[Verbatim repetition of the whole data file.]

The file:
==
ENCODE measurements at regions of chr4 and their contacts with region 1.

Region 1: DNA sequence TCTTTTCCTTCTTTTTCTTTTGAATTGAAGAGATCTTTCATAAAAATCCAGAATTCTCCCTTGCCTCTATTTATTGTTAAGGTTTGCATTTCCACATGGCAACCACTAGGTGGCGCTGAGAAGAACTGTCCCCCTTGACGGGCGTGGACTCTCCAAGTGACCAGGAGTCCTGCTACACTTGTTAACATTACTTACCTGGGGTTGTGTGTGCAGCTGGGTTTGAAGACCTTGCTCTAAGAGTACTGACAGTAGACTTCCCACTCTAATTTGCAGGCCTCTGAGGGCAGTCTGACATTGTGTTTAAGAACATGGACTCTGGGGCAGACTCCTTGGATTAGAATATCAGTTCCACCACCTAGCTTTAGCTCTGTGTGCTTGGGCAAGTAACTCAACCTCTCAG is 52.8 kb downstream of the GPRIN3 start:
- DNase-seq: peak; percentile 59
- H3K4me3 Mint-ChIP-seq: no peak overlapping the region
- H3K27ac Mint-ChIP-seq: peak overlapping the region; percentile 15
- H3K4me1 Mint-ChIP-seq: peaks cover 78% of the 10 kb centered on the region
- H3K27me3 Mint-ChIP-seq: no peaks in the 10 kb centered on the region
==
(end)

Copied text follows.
ENCODE measurements at regions of chr4 and their contacts with region 1.

Region 1: DNA sequence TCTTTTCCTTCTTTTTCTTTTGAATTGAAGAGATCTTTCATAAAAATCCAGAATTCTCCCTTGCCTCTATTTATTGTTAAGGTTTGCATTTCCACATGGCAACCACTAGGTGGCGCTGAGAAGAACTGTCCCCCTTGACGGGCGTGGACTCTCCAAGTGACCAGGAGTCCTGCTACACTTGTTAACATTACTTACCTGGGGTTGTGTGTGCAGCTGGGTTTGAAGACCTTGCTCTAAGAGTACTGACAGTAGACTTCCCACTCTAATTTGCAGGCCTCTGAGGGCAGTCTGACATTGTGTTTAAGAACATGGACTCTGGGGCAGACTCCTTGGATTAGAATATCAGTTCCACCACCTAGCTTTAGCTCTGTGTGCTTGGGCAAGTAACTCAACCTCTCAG is 52.8 kb downstream of the GPRIN3 start:
- DNase-seq: peak; percentile 59
- H3K4me3 Mint-ChIP-seq: no peak overlapping the region
- H3K27ac Mint-ChIP-seq: peak overlapping the region; percentile 15
- H3K4me1 Mint-ChIP-seq: peaks cover 78% of the 10 kb centered on the region
- H3K27me3 Mint-ChIP-seq: no peaks in the 10 kb centered on the region